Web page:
The Haidas maintain, as they have for decades, that they are not anti-logging. “We’re looking for economic and environmental sustainability, with jobs for all islanders,” explained Barbara Wilson, Haida, cultural liaison specialist at Gwaii Haanas National Park Reserve and Haida Heritage Site.

The province’s actions run counter to a unanimous November 2004 decision by the Supreme Court of Canada, which required it to consult with and accommodate indigenous peoples in matters that impact land claims. Since the Haida claim ownership of the archipelago, also known as the Queen Charlotte Islands, and are engaged in treaty negotiations, they argue that the court’s decision applies in the current situation.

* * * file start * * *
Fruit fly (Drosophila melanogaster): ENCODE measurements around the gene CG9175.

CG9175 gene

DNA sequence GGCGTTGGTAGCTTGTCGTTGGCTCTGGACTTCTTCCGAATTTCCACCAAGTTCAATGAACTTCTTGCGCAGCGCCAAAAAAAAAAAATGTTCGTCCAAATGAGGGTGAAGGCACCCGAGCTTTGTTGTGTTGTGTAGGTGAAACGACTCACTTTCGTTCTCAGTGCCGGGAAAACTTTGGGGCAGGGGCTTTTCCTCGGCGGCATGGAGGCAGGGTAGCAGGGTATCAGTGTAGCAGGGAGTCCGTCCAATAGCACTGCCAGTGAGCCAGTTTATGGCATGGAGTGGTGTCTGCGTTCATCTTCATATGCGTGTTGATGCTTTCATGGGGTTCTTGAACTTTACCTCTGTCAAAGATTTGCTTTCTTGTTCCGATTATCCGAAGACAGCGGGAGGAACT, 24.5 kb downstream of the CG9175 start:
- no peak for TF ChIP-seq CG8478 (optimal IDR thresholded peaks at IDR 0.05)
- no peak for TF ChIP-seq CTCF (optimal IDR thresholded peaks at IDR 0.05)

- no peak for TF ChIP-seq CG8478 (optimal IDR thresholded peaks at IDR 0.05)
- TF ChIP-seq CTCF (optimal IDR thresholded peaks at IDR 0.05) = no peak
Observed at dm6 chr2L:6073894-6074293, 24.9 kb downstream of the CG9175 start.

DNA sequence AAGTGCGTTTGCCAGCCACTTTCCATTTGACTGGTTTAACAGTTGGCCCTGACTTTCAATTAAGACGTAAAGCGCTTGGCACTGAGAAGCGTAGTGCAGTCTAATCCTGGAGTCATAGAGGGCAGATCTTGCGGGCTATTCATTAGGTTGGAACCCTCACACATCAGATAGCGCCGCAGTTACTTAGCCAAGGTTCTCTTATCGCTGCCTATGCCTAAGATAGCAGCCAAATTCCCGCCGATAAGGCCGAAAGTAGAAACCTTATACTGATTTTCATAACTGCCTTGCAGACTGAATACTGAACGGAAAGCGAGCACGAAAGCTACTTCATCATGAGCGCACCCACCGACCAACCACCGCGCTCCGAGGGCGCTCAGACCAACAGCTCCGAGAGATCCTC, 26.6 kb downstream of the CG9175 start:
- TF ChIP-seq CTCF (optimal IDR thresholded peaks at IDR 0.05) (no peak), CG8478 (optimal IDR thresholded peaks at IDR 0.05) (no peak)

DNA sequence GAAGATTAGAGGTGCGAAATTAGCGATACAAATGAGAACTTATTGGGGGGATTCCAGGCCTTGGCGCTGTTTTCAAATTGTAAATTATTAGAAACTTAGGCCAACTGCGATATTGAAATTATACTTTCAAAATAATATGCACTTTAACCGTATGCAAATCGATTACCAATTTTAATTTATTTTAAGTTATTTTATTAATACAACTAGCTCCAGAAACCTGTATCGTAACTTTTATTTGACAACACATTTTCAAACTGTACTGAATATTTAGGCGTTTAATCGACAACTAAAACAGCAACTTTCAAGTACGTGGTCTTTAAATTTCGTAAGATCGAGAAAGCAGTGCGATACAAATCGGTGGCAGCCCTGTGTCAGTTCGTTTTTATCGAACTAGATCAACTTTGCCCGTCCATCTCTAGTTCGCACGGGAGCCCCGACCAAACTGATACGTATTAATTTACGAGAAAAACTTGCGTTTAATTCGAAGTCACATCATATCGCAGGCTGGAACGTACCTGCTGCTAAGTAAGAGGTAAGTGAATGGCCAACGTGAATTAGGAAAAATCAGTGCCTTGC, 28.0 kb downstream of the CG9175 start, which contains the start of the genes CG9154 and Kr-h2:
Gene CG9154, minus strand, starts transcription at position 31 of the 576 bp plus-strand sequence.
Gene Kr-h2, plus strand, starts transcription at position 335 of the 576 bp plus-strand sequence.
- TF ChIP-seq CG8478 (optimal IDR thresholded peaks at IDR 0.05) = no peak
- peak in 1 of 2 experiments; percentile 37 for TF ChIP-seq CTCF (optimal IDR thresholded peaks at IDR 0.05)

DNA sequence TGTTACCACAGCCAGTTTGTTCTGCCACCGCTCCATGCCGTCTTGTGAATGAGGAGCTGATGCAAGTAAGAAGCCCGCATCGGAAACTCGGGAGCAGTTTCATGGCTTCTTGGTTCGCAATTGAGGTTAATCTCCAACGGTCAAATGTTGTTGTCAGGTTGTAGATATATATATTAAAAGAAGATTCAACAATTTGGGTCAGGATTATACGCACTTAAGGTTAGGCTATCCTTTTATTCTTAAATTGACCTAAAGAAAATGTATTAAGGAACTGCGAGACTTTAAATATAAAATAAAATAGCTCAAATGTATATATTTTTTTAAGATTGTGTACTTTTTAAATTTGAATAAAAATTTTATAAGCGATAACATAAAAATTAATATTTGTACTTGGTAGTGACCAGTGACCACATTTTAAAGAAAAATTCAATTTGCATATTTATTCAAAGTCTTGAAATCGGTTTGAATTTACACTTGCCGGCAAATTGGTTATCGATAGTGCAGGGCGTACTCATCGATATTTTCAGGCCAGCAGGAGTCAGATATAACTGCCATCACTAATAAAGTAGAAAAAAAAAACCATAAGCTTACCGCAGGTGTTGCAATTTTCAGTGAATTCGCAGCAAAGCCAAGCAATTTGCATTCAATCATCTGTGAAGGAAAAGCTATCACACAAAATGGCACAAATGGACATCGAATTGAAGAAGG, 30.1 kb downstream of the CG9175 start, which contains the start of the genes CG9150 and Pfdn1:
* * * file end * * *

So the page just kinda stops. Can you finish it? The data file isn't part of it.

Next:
The court also warned British Columbia not to hide behind legislation that attempts to absolve it of responsibilities to Native people. However, the province appears to be doing just that with the recent passage of legislation called the Significant Projects Streamlining Act. The sweeping law allows British Columbia to remove “constraints” to projects that it considers “provincially significant” — essentially clearing the way for unfettered development.

“The province is here to help industry get as much as it can as fast as it can,” said Parnell. “The people making decisions don’t live here on Haida Gwaii. They don’t wake up in the morning and see what their decisions have wrought.”